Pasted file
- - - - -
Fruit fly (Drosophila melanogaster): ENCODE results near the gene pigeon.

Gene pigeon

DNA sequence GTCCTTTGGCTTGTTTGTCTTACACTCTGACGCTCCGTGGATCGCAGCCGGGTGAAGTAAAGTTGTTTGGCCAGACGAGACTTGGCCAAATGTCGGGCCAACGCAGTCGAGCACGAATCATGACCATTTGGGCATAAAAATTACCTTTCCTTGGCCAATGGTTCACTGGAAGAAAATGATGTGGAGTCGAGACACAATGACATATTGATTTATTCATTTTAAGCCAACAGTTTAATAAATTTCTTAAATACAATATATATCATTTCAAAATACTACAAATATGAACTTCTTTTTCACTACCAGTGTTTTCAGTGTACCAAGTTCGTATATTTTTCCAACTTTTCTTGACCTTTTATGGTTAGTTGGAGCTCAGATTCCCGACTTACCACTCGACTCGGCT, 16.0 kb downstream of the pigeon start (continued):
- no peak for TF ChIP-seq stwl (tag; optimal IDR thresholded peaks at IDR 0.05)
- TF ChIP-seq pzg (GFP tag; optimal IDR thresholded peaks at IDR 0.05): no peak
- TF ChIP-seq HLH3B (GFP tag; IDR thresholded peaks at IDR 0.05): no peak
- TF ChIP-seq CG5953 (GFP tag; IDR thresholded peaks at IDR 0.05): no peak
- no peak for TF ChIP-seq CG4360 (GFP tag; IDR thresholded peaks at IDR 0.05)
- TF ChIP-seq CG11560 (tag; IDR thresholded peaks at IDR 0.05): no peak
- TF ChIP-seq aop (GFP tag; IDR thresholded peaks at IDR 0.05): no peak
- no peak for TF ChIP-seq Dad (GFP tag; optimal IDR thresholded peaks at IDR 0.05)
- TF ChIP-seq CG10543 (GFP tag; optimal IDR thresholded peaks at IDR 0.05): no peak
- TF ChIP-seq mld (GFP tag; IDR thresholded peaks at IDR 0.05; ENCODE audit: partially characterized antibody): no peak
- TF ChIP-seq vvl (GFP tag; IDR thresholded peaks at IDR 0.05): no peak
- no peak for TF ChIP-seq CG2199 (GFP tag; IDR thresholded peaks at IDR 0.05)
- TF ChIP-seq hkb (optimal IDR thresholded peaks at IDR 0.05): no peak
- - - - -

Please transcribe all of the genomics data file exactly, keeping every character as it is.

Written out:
Fruit fly (Drosophila melanogaster): ENCODE results near the gene pigeon.

Gene pigeon

DNA sequence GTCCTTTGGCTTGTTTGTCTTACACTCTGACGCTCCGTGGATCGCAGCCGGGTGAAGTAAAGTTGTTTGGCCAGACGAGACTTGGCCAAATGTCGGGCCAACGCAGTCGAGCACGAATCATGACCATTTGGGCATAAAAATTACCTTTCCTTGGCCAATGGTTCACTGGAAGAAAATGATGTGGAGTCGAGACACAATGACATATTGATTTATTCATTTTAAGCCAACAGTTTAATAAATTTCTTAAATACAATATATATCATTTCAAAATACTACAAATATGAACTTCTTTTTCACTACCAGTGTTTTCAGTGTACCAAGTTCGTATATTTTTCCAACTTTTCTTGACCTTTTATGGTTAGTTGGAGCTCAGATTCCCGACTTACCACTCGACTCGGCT, 16.0 kb downstream of the pigeon start (continued):
- no peak for TF ChIP-seq stwl (tag; optimal IDR thresholded peaks at IDR 0.05)
- TF ChIP-seq pzg (GFP tag; optimal IDR thresholded peaks at IDR 0.05): no peak
- TF ChIP-seq HLH3B (GFP tag; IDR thresholded peaks at IDR 0.05): no peak
- TF ChIP-seq CG5953 (GFP tag; IDR thresholded peaks at IDR 0.05): no peak
- no peak for TF ChIP-seq CG4360 (GFP tag; IDR thresholded peaks at IDR 0.05)
- TF ChIP-seq CG11560 (tag; IDR thresholded peaks at IDR 0.05): no peak
- TF ChIP-seq aop (GFP tag; IDR thresholded peaks at IDR 0.05): no peak
- no peak for TF ChIP-seq Dad (GFP tag; optimal IDR thresholded peaks at IDR 0.05)
- TF ChIP-seq CG10543 (GFP tag; optimal IDR thresholded peaks at IDR 0.05): no peak
- TF ChIP-seq mld (GFP tag; IDR thresholded peaks at IDR 0.05; ENCODE audit: partially characterized antibody): no peak
- TF ChIP-seq vvl (GFP tag; IDR thresholded peaks at IDR 0.05): no peak
- no peak for TF ChIP-seq CG2199 (GFP tag; IDR thresholded peaks at IDR 0.05)
- TF ChIP-seq hkb (optimal IDR thresholded peaks at IDR 0.05): no peak